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Fog, sudden drop in minimum temperature in Pune may have led to power outage

Sachin Talewar, chief engineer of Pune zone of Maharashtra State Electricity Distribution Company Limited (MSEDCL), explained why fog could have been the problem.

Written by Anjali Marar , Anuradha Mascarenhas | Pune |
Updated: February 10, 2022 5:13:04 am
Pune fog, Pune power outage, Pune power cut, Pune news, Pune power cut reason, Indian expressParts of northern Maharashtra, including Pune, reported foggy conditions during the wee hours of Wednesday.(Representational Image)

THE SUDDEN fall in minimum temperatures coupled with fog may have contributed to Pune city’s power outage that lasted for over six hours on Wednesday.

Sachin Talewar, chief engineer, Pune Zone of Maharashtra State Electricity Distribution Company Limited, explained why fog could have been the problem. “Due to heavy fog, sometimes there may be dust particles over the conductor and that can reduce the conductive path. This, at times, can lead to tripping of the power transmission lines. At times, the insulator in the line can get punctured. Sometimes, dust can get accumulated over the insulator in the line at the transmission tower. Fog can make it wet, leading to reduction in the conductive path,” said Talewar.

Parts of northern Maharashtra, including Pune, reported foggy conditions during the early hours of Wednesday.

Officials of the India Meteorological Department (IMD) had forecast that minimum temperatures in these regions will show a downward trend — lasting for about two to three days — this week.

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The Shivajinagar observatory confirmed foggy conditions recorded over Pune and surroundings during early morning hours of Wednesday. The minimum temperature recorded in Pune on Wednesday was 12 degrees Celsius, a fall from 14.8 degrees on Tuesday. “The power distributors often want to know the moisture content and the range of minimum temperatures. The distribution companies have an equipment that trips, when the moisture levels or minimum temperatures cross their threshold values,” said K S Hosalikar, head, Climate Research Service of IMD, Pune. Fog, he said, was moisture loaded air observed during early morning and late evening hours. Depending on its density, it can disrupt visibility that gets reduced to one km or less.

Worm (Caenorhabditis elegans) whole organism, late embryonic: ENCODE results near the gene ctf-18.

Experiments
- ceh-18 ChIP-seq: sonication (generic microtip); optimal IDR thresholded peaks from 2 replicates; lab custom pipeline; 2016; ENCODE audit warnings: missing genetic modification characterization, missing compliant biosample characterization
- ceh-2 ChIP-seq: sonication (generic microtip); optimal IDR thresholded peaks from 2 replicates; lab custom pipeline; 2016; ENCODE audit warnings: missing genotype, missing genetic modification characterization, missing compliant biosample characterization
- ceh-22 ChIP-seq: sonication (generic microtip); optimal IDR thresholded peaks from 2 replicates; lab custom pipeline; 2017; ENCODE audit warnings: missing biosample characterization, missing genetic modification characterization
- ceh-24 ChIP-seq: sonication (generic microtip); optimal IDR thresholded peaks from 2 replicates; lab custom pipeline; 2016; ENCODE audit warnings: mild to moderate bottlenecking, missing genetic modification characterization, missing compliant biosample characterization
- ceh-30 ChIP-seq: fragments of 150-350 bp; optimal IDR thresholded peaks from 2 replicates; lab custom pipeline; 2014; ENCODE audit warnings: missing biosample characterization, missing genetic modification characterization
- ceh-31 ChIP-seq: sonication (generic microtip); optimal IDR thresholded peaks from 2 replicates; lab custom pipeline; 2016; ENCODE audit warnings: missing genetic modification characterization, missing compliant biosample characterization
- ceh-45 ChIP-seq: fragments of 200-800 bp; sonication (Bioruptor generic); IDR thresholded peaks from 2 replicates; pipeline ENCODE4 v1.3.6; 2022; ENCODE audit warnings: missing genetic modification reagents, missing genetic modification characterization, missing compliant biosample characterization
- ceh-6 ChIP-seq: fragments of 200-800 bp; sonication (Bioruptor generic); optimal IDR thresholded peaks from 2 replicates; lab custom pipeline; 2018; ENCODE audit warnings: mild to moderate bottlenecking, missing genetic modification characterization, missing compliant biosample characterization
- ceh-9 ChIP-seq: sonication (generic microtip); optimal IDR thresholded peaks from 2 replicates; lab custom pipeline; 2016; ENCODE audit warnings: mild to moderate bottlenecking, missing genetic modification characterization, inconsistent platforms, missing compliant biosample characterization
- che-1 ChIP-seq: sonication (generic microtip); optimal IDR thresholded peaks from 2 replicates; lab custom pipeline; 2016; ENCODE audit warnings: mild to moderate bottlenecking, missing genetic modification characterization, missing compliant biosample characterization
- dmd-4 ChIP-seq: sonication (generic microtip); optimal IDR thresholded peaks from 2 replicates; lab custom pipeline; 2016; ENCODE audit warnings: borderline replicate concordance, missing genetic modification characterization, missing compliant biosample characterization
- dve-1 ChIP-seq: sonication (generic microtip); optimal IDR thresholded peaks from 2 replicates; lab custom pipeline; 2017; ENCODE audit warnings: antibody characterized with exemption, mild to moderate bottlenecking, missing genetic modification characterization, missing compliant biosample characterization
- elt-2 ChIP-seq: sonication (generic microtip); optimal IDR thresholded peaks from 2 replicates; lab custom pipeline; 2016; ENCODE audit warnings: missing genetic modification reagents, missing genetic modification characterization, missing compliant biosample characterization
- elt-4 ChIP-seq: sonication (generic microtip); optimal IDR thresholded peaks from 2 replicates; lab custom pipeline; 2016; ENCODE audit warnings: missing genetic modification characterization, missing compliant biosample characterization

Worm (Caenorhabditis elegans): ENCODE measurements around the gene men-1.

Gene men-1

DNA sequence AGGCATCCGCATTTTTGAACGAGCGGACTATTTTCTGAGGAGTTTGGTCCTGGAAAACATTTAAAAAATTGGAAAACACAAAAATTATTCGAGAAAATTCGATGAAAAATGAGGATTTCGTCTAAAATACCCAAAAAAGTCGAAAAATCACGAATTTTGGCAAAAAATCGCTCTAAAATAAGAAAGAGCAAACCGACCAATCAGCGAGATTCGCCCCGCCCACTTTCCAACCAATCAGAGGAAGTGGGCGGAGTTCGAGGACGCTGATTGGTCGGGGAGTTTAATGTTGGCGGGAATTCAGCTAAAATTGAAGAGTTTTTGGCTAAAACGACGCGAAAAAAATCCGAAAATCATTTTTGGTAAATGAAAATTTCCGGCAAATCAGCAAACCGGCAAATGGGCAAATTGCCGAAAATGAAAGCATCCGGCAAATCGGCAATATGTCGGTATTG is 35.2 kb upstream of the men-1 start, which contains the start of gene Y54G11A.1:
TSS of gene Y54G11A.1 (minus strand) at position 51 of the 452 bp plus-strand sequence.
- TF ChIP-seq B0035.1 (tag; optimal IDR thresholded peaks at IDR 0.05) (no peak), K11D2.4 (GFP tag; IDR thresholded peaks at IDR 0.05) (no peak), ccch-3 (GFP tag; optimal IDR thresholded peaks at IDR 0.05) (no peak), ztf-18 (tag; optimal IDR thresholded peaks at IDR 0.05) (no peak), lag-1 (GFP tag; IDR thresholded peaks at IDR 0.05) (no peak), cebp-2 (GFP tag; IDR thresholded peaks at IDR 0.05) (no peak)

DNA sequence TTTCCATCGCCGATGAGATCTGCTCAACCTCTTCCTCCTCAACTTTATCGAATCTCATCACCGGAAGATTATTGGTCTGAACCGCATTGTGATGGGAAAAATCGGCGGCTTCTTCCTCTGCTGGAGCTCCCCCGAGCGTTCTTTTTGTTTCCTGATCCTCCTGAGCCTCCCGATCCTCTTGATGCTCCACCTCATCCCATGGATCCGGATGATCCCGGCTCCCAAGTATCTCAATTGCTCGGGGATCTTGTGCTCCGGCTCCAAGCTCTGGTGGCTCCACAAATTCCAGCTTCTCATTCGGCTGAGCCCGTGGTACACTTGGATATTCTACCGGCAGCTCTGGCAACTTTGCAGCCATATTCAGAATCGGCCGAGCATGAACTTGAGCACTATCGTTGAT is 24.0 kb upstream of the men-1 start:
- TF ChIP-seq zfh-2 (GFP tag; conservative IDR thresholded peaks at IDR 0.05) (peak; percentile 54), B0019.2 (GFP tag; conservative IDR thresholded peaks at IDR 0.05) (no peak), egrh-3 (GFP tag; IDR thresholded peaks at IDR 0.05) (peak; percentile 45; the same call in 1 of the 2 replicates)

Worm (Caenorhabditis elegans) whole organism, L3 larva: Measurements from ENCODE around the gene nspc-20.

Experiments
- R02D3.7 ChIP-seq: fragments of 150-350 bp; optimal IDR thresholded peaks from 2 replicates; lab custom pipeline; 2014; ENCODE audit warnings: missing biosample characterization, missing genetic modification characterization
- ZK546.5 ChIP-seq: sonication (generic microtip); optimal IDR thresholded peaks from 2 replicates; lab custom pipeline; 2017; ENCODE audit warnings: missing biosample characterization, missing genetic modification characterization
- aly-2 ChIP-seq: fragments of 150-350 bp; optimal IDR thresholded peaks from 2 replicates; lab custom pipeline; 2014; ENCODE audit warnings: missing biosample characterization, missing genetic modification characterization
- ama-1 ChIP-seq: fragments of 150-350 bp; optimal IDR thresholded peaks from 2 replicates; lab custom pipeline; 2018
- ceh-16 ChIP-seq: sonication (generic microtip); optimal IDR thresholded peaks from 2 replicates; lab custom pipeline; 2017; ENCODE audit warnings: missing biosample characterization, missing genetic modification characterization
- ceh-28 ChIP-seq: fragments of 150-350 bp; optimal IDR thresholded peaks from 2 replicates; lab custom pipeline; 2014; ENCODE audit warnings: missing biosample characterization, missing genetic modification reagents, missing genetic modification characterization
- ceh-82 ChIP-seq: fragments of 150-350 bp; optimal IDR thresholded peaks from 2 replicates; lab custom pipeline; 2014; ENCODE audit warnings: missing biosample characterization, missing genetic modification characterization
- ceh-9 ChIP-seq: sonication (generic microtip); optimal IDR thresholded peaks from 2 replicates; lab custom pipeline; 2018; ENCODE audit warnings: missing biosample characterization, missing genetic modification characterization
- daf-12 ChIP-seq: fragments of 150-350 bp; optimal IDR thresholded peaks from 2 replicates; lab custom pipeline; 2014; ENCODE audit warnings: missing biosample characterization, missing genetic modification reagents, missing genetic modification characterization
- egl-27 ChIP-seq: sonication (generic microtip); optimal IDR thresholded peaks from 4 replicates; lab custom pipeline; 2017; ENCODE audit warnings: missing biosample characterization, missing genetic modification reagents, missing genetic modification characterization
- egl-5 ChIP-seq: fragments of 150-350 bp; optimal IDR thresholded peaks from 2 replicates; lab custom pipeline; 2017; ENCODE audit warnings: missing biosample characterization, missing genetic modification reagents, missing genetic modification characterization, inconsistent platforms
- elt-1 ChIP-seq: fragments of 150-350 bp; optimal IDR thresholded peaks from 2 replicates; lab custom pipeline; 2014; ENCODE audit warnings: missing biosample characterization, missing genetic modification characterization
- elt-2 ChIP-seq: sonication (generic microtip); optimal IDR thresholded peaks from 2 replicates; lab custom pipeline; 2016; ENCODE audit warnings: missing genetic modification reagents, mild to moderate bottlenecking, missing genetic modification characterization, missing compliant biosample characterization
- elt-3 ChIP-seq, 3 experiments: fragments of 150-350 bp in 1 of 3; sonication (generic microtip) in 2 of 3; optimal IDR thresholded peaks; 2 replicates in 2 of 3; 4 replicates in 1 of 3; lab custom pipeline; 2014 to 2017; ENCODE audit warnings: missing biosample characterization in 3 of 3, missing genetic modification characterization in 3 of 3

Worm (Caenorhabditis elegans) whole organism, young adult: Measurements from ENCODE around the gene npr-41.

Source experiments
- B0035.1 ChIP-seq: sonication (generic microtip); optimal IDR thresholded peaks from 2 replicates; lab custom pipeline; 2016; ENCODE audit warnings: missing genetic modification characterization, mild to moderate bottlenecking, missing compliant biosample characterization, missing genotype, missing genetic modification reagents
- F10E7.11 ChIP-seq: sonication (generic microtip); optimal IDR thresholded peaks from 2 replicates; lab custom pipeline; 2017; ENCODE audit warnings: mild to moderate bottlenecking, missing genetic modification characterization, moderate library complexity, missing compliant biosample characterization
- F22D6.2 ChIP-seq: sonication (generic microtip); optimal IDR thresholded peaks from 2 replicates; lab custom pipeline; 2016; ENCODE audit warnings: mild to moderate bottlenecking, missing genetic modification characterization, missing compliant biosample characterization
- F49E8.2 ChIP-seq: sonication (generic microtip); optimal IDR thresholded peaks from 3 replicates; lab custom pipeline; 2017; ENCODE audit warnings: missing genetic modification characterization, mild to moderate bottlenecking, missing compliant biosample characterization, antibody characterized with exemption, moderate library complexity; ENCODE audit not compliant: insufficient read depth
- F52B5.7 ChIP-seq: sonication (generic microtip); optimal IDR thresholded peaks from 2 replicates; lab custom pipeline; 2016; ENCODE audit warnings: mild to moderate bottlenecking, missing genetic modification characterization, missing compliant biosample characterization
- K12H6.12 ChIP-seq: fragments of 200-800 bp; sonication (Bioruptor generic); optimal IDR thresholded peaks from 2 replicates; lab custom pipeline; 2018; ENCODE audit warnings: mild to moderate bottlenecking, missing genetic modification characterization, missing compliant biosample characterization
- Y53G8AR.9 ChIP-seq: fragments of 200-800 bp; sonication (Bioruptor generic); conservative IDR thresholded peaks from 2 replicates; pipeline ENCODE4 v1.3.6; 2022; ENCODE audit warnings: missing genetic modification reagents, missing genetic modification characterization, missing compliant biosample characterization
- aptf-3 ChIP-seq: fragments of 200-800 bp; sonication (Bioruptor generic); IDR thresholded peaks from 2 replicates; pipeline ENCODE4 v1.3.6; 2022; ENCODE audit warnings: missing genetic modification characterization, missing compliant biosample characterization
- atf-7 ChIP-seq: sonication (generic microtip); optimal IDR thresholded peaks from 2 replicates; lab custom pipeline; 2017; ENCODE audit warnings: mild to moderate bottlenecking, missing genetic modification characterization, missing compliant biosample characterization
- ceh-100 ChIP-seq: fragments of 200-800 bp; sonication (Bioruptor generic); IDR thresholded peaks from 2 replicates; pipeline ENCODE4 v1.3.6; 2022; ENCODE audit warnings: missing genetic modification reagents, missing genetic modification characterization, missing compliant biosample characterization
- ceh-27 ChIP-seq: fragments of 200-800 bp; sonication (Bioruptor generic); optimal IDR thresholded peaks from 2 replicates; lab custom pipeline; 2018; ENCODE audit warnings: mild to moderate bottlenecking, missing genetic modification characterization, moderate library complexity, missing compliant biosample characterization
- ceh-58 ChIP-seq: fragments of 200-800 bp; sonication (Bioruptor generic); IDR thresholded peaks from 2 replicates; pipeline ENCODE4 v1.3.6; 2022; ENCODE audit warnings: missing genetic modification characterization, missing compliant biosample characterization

Fog, lower minimum temperatures and pollution can together lead to tripping of Extra High Voltage (EHV) power lines (transmission between 4 lakh to 7.5 lakh Volts), causing massive power disruptions, such as the one Pune witnessed on Wednesday. These are, however, more common in north India regions where fog days are higher during the winter season.

The senior meteorologist said that there has been a fall in minimum temperatures over Pune since Tuesday and the trend will last till Thursday. However, there were others who were not convinced with the explanation offered by officials for the outage.

“The reasoning of heavy fog surrounding the transmission lines is unbelievable. By this yardstick, Delhi should have a complete power breakdown. The power utility is probably unsure about what happened and hence trying to cover it up under the excuse of heavy fog. Did we not have foggy days earlier too,” asked Vivek Velankar, founder of Sajag Nagrik Manch.

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